Panel Measures Cement Industry’s CCUS Infancy, Future

A Portland Cement Association (PCA) panel on carbon capture, utilization and storage (CCUS) offered 2024 IEEE-IAS/PCA Cement Industry Conference participants updates on process technologies, IRS 45Q Carbon Oxide Sequestration Credits, private or public capital expenditure funding mechanisms, and carbon dioxide emissions management studies or projects for Central Plains Cement Co., Heidelberg Materials North America and Holcim US. 

Heidelberg Materials Vice President, Environment & Sustainability Greg Ronczka reviewed the extensive preliminaries leading to a recent Department of Energy (DOE) action enabling the producer to negotiate a $500 million grant for a carbon capture facility at its recently rebuilt Mitchell, Ind., cement plant. While that figure might seem high, he noted, the grant, along with 45Q credits, amount to about half the investment envisioned for infrastructure to capture, refine and store up to 2 million mtpy of Mitchell Plant CO2 emissions. Even with the prospective DOE capex support and IRS allowances, the $1 billion-plus project “is still a challenge when you look at a long-term business expense,” Ronczka assured.

Joining moderator Dr. Julia Attwood, from left, Sustainable Energy Solutions’ Andrew Baxter, Air Liquide’s Florian Gautier, Sargent & Lundy’s Kevin Lauzze and Heidelberg Materials’ Greg Ronczka.

Panelist Kevin Lauzze of Sargent & Lundy, Chicago-based power and energy engineering specialist and a contractor on early Heidelberg CCS work, noted how the Mitchell site checks key boxes for a viable project: Plant exhaust with high purity CO2; adequate parcel for capturing, processing and delivery equipment; power and water access; and, a CO2 destination. To the latter point, southwest Indiana geological surveys suggest candidate storage area 7,000 ft. directly below the Mitchell plant footprint.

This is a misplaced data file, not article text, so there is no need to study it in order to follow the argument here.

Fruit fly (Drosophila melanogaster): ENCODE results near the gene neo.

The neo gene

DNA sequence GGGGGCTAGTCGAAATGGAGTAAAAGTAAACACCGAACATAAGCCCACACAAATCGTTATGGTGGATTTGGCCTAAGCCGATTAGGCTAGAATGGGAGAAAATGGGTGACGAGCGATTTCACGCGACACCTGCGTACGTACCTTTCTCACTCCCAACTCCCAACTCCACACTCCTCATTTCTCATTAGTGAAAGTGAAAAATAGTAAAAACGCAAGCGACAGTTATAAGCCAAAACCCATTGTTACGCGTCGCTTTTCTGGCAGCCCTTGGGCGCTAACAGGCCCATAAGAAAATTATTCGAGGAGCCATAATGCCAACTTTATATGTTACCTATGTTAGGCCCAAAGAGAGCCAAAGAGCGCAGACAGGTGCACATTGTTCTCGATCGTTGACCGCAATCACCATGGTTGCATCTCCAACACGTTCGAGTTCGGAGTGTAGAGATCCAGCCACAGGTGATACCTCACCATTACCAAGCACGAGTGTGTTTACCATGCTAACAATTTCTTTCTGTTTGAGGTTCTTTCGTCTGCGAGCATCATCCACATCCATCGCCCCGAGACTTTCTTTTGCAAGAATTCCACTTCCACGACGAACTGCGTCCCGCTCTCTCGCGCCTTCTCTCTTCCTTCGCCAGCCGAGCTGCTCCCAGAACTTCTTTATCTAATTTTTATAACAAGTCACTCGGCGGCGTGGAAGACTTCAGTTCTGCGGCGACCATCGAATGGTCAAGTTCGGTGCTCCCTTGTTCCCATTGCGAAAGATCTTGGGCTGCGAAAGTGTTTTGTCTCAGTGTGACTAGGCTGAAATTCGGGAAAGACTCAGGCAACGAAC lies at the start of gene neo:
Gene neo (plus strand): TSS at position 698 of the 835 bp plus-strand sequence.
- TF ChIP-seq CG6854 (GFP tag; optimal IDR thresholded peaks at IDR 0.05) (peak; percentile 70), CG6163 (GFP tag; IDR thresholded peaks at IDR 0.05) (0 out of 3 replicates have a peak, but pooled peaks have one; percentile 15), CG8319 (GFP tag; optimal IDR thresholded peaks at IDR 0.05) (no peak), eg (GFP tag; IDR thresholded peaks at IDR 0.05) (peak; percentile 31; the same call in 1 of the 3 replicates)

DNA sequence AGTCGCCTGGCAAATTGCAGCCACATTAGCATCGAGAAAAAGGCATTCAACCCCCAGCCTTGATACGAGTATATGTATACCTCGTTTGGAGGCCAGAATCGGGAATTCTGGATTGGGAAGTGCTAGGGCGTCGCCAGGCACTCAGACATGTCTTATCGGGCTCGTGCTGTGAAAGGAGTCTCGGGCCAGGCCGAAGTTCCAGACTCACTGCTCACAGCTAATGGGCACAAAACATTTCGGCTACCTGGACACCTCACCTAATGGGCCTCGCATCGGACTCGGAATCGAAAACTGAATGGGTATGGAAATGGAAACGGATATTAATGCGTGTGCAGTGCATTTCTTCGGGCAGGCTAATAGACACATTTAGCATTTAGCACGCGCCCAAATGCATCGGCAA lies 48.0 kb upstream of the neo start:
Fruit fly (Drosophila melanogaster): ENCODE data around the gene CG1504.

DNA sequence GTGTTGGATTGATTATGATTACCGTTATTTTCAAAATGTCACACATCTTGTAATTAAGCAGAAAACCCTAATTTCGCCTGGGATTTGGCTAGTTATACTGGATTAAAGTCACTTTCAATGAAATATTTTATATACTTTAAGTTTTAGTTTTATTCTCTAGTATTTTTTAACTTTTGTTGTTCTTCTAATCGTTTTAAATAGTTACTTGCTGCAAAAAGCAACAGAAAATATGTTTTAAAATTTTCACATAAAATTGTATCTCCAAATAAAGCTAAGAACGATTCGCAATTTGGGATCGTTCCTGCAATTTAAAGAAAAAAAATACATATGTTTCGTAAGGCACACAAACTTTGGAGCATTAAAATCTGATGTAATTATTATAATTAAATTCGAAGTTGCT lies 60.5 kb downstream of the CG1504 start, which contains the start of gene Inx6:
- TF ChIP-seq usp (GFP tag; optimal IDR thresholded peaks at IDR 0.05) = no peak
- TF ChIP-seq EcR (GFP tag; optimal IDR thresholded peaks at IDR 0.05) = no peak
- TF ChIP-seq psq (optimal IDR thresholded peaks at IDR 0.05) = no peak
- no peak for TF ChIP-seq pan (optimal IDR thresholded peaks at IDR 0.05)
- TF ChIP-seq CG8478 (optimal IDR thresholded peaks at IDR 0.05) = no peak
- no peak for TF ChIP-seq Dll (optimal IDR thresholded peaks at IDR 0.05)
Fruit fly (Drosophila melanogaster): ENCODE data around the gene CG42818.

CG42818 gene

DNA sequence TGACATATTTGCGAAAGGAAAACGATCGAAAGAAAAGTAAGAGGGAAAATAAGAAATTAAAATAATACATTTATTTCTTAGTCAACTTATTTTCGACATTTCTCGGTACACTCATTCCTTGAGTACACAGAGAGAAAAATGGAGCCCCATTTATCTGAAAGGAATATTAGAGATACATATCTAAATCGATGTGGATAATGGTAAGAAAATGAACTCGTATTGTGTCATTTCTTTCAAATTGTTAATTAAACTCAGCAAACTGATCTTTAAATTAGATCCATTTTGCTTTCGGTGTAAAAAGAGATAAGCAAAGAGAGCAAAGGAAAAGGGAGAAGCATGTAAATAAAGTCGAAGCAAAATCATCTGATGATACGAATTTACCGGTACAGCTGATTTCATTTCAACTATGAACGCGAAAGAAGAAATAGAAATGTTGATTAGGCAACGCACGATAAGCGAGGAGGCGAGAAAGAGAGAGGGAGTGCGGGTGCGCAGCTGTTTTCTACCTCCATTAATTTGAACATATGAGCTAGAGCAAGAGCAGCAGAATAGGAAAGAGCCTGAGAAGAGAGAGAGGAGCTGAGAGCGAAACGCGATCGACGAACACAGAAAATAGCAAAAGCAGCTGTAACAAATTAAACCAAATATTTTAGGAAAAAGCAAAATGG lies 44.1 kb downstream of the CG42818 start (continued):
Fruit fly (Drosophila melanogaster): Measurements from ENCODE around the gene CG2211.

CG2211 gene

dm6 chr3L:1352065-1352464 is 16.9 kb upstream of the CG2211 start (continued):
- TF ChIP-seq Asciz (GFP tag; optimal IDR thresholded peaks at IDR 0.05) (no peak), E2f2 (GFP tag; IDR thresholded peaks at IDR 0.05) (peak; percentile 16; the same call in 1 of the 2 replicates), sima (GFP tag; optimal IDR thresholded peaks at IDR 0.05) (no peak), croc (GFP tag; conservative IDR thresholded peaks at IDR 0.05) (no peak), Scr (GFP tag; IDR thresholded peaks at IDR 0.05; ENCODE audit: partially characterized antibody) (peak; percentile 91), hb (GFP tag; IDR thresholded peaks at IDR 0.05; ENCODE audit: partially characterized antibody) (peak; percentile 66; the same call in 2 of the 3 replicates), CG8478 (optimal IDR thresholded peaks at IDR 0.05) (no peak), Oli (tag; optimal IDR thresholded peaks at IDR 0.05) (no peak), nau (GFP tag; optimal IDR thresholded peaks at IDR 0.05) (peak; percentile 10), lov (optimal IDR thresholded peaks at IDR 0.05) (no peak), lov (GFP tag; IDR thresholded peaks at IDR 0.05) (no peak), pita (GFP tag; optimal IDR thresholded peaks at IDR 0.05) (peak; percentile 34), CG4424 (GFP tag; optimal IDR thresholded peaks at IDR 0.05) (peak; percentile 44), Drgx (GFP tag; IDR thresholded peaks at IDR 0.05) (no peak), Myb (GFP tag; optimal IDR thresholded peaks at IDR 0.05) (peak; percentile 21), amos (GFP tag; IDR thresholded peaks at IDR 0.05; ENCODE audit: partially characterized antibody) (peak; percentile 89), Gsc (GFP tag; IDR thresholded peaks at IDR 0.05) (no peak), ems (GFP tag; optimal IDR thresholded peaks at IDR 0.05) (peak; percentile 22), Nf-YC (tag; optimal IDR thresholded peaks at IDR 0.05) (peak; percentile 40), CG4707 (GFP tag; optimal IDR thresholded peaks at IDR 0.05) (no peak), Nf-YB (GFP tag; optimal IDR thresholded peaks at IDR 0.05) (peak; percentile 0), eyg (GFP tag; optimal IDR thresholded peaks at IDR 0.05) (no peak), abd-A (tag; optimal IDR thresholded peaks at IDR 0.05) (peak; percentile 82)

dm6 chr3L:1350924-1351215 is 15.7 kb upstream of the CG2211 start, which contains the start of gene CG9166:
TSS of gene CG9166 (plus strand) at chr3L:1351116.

Sargent & Lundy also participated in a DOE-backed CCS pilot in the works at Eagle Materials’ Central Plains plant in Sugar Creek, Mo. The project will test the cryogenic CO2 capture technology of Salt Lake City-based Sustainable Energy Solutions. Panelist and SES President Andrew Baxter briefed the IEEE-IAC/PCA gathering on the basics of the 30-tpd demonstration at Central Plains. Scheduled for testing later this year, the infrastructure will cool calciner exhaust to isolate and liquify the CO2, then recover energy through heat exchange. 

Rounding out the panel was Florian Gautier, director of Energy Transition for Large Industries at Paris-based Air Liquide. He reflected on his company’s Cryocap processing, where – like Sustainable Energy Solutions’ method – CO2 is cooled and liquified for delivery to storage or industrial use points. He discussed the Cryocap method in relation to a 2021 CCS feasibility study for the Holcim US Ste. Genevieve plant in Missouri. 

Moderating the CCUS Panel was BloombergNEF Industrial Decarbonization Specialist Dr. Julia Attwood, returning to her role from a PCA and Global Cement and Concrete Association panel at 2023 Climate Week New York.

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